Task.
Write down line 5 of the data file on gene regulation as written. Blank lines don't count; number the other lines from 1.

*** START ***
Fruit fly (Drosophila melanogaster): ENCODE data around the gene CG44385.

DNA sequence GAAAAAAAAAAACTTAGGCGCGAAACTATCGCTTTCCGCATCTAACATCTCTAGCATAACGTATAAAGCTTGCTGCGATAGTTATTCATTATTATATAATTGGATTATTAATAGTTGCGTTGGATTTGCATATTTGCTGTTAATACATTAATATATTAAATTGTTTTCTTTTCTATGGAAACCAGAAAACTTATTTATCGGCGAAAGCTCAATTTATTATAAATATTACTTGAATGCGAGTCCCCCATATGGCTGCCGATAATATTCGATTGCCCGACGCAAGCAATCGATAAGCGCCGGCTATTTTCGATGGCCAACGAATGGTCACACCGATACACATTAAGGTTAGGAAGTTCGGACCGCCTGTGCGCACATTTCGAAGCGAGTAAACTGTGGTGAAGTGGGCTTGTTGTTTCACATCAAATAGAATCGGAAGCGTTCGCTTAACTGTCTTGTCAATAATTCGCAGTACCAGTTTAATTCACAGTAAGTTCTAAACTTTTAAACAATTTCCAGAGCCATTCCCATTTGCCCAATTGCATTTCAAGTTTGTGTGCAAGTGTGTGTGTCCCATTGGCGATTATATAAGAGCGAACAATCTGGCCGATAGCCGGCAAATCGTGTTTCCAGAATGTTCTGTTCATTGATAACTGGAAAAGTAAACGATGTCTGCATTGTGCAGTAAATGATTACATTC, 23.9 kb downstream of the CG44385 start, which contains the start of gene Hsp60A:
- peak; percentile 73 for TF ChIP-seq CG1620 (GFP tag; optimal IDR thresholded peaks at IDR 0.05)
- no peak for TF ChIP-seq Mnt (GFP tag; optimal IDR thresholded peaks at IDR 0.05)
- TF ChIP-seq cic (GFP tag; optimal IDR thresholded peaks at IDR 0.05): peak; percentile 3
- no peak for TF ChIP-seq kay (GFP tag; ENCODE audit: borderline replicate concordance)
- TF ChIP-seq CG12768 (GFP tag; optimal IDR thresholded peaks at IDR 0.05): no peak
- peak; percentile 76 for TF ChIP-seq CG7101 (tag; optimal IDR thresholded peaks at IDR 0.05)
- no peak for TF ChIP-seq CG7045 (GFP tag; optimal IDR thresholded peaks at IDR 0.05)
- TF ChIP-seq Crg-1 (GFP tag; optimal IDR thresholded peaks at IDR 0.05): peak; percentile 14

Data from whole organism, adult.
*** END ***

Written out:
- TF ChIP-seq cic (GFP tag; optimal IDR thresholded peaks at IDR 0.05): peak; percentile 3